Eudorae communicate complex ideas and thoughts via sound, using language much in the fashion of baseline humans. They produce sound by squirting water through paired internal tubes containing vocal flaps. Among themselves, they use scent extensively for marking and social signaling. Tactile contact reinforces social bonds - they are quick to initiate contact and have little concept of personal space. Members of many other clades tend to be a bit put off when a multi-meter long slimy tentacled worm with venomous bristles writhes all over them as a standard part of its greeting.

Locomotion and Biomechanics

Eudorae are known for very rapid extension and contraction of their bodies. In extremes, the velocity of the distal end of an Eudore may reach 15 m/s. They use this to good effect when waiting in the mouths of a burrow - either for a predatory ambush strike, or to rapidly withdraw if startled.

Eudorae have several "gaits" that they use in different circumstances. They can slither rapidly by undulating their body back and forth. This slithering motion combined with coordinated strokes of their parapodia allows them to swim rapidly. For more leisurely movement or when crawling through tight confines, they produce wave-like ripples along their segments while pushing with their parapodia to crawl forward. Their fastest "gait", however, is a rapid extension of the body to maximum length while anchored from behind, followed by gripping with the forward section and contracting the body.

Since Eudorae lack any rigid body parts with the exception of the jaws, they can squeeze into very small openings. This allows them to pack their bodies into tight spaces and crawl through narrow cracks and tubes.

The longitudinal and circular muscles sheathing the Eudore's body are very powerful, allowing great pulling, pushing, and torsional forces. The lack of rigid structures for support and levers makes pushing with a long span of body difficult, as the span will tend to buckle. However, their ropy bodies allow them to creatively exploit techniques of mechanical advantage. For example, if a weight is too heavy to pull by grabbing with the front portion of the body and anchoring the back, they can loop around the object and pull with both the front and back parts of their bodies to double the force. Likewise, pushing with multiple parts of their bodies can multiply the force by the number of points off which the Eudore pushes. In effect, they can turn themselves into pulleys or hydraulic jacks.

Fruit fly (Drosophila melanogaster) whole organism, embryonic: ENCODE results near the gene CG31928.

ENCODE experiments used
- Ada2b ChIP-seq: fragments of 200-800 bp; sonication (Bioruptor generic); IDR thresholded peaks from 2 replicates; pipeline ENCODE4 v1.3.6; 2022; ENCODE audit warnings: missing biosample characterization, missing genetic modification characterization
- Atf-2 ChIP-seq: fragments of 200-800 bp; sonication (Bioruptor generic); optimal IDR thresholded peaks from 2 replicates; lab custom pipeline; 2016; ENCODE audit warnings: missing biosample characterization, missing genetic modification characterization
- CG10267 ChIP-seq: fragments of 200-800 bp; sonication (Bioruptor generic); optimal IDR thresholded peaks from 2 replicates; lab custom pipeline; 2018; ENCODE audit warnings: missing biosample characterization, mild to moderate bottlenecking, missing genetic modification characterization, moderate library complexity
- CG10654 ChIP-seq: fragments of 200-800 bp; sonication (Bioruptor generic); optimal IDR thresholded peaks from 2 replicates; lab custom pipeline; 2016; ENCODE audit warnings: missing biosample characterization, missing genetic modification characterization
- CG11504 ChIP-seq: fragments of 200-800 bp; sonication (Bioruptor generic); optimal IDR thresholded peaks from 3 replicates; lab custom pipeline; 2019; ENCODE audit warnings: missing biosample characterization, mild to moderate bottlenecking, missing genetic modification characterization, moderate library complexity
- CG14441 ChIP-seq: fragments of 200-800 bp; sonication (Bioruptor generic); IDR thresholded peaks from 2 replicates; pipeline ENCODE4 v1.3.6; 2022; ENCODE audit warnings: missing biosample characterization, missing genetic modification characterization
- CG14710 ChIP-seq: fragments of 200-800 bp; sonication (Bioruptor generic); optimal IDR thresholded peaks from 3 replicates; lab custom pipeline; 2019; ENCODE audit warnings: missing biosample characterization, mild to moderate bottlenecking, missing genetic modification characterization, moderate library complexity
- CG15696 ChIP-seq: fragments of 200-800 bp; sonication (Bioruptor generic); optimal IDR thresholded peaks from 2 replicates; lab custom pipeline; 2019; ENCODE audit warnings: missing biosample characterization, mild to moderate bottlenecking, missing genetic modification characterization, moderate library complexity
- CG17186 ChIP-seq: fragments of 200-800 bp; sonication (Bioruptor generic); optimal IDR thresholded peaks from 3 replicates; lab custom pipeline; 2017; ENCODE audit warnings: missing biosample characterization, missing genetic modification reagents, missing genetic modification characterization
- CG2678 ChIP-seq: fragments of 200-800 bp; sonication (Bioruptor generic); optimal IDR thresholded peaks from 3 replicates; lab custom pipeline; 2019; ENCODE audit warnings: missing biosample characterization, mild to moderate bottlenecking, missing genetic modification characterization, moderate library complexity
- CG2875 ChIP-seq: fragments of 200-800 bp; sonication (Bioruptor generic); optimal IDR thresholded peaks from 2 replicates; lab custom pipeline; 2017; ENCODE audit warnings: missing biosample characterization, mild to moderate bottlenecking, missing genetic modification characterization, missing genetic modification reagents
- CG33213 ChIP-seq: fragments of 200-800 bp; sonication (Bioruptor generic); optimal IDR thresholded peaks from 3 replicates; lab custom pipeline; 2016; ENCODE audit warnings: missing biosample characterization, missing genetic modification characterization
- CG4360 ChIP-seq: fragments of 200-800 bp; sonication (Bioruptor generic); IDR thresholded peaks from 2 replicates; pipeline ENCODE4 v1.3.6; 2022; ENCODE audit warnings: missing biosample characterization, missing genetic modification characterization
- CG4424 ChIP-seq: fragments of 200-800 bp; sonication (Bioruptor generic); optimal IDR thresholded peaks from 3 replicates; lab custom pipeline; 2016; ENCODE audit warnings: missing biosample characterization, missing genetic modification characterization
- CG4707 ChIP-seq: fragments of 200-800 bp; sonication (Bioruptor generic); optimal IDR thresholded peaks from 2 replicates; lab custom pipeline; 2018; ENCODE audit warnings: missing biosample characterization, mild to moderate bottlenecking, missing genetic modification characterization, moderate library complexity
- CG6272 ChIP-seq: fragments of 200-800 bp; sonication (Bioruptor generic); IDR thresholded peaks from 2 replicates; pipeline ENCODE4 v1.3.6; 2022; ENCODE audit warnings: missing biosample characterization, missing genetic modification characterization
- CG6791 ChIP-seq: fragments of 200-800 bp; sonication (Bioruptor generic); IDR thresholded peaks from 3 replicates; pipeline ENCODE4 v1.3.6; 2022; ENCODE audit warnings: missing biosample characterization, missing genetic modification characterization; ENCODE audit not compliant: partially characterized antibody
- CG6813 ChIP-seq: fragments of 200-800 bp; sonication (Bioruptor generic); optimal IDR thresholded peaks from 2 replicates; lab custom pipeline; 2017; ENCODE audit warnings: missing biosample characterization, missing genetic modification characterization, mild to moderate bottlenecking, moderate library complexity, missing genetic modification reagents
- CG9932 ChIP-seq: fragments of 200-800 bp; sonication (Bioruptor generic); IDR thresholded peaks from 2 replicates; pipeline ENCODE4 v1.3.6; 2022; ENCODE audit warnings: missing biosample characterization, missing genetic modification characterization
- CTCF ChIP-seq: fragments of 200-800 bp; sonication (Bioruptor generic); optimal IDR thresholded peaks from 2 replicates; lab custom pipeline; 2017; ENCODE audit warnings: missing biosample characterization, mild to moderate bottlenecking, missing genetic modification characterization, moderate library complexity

The head tentacles are used for fine manipulation. They are not particularly strong so where extra force is needed an Eudore will extend its proboscis and clamp down with its mandibles. Eudorae have powerful bites, which combined with the serrated blade on the inside of their pincer jaws gives them a useful cutting tool, wrench, pair of pliers, crimpers, and strippers.
Eudore Mouth
Image from Luke Campbell

The setae of an Eudora are typically partially retracted and not dangerous. When an Eudore is alarmed, the setae erect and become primed. When stimulated in this state venom glands will pump toxins down the tube. The setae are sharp and can easily puncture most varieties of bare skin. The toxins cause an immediate agonizing burning sensation to most bionts, eventually wearing off into a permanent numbness that requires medical intervention to treat (results may vary with clade).

Diet and Feeding Habits

Eudorae are omnivores. They are quite indiscriminate about what they eat, and happily consume what many other clades would consider garbage. Much of their food is found by mucking about in the sand and mud. On encountering a food item, they thrust out their jaws to grasp it and then pull it inside their head, where it is fed to the gut. Food that is too large to be eaten intact may have pieces nipped off with their pincers, or firmly gripped and torn off by twisting the body.

Eudorae will hunt. They wait in their burrows with their heads at the entrance, splayed tentacles sampling the water and mandibles partially everted and spread apart like snap-jawed traps. When potential prey wanders by, the Eudore shoots forward as its jaws snap shut on its victim.

Lifespan and Reproduction

Eudorae start life as 1 centimeter long translucent wormlets shortly after hatching. At this age, they are not sapient, and operate mainly on nervous reflexes. They remain close to their brooding parents, feeding on food the parents bring back to the nest. Eudorae grow rapidly at this stage, reaching 1-2 cm in diameter and 1 to 3 meters in length within ten megaseconds (note that linear measurements are necessarily inexact on creatures that can change their length and thickness at will). At this size their brains are starting to develop and they begin to develop a personality. By 100 Ms (3 Terran years), Eudorae are at half adult size and very much full sophonts, although they remain close to their parents for the prolonged childhood needed to learn to be a person and fit into society. They are mature at roughly 500 Ms (16 Terran years). Without medical intervention, they reach senescence at around 10 Gs (300 Terran years).

Eudorae mate for life. An Eudore pair stimulate each other through pheromones to transform the posterior portion of their bodies into an epitoke - a length of segments dedicated to reproduction. Eudorae have distinct sexes. The epitoke of the female will be filled with eggs and that of the male with sperm. When the epitokes are fully developed, they will detach from the rest of the body, seek each other out, spawn, and die. This usually occurs in the nest chamber, allowing the eggs to be collected and brooded, but occasionally epitokes will get lost (or be released when a pair bond is disrupted), and may fertilize each other in the open sea. The size, and thus the fecundity, of the epitokes depends on the population density of Eudorae the parents are exposed to. In crowded environs, the epitokes may be mere centimeters long and result in only one or two viable eggs. Eudore pioneers, on the other hand, may produce broods of hundreds. After spawning, Eudore re-grow their tails.